Lists are great. They inspire discussion, create arguments, and tend to spiral off into fun new lists. When you do a list about the “BEST” of anything it goes from being fun to becoming a hotbed for arguments. There’s no such thing as a definitive list but I’ve decided to pull from my rather extensive life of film watching and put it to good use.
This is not the “film critic’s top 100” list. There’s no guarantee Citizen Kane or The Bicycle Thief will be in the top echelon or even on the list. This is the 100 movies I would put my name on as my top 100. If I died tomorrow this would represent the 100 films I find most vital, special, or ones that bonded to whatever it is that makes me me. I’m not including documentaries, though that might make for a nice supplemental list.
The first 80 will be in no particular order. The last 20 will be in very particular order. One a day, you have my word.
#90 – Deliverance
Why is it here:
Hopefully without evoking the film’s famous “squeal like a pig” scene in your consciousness, this film is seminal. Essential. A gritty, raw, and wholly effective razor sharp film from one of the most underappreciated filmmakers ever. John Boorman. A great filmmaker. Based on James Dickey’s great but not AS great book this is not only a showcase for four actors who are still doing good work forty years later, it’s a timestamp for the genre and film in general. From my review:
“Deliverance is still a masterpiece, whether it be due to the amazing stillness and grace its pacing and execution conveys or the series of shattering events that leave the survivors hollow and fearful shells of themselves. This is an artfully made movie, something which is still fresh from the opening sounds of friends giving each other shit as the company credits appear right on through the odd and weirdly shot transformation moment for Jon Voight’s character as he spends a night on a cliff top waiting to kill a man. There’s a lot of air between the big moments here, and though it isn’t an improvisational film there’s a really immersive nature to the way the cast interacts and the camera digests it all.”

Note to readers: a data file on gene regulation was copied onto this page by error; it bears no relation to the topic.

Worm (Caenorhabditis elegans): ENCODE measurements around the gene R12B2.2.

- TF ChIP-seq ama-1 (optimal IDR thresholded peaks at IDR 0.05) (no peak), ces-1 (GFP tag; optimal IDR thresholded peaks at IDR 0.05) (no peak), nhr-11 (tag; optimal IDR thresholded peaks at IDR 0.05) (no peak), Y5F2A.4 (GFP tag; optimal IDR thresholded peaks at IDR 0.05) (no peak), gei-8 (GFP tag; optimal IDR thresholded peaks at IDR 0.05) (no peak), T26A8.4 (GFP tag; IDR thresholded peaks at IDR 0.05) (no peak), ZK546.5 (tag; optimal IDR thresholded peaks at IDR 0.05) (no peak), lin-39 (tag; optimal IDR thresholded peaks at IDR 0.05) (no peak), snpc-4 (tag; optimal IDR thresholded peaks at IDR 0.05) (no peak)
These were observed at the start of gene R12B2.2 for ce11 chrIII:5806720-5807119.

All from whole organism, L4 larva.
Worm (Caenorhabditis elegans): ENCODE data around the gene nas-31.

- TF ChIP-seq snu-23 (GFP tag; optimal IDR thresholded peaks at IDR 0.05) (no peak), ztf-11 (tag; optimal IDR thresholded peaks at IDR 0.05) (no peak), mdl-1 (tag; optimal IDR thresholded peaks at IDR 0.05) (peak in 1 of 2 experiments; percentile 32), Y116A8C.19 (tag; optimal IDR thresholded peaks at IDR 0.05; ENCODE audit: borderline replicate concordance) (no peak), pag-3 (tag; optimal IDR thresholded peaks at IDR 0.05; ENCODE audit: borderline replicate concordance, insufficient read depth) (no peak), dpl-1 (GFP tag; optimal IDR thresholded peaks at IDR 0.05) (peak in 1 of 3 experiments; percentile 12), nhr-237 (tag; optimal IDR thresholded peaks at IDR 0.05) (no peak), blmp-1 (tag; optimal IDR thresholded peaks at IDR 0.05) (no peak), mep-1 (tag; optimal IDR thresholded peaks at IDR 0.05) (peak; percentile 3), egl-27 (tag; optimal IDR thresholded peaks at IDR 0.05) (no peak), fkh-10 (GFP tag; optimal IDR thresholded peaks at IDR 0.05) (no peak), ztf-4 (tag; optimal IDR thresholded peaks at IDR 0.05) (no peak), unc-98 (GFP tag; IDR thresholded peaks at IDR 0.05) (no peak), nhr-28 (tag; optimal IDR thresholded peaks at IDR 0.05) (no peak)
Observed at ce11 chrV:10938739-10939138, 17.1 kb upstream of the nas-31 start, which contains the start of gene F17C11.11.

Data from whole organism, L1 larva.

Moments to savor:
The angle of Ronny Cox’s arm. Burt and bow. The quiet moments. The iconic banjo boy. Sweet, sweet revenge.
This is one of those great “once every couple of years” films.
I got misty-eyed reading the message board thread for my review. So many names that have come and gone here. This is a movie that every generation needs to see, and ideally before being inundated with the base and frankly unfair stereotypes associated with it. The banjo and rape scenes are the least of why this movie is powerful, great, and timeless.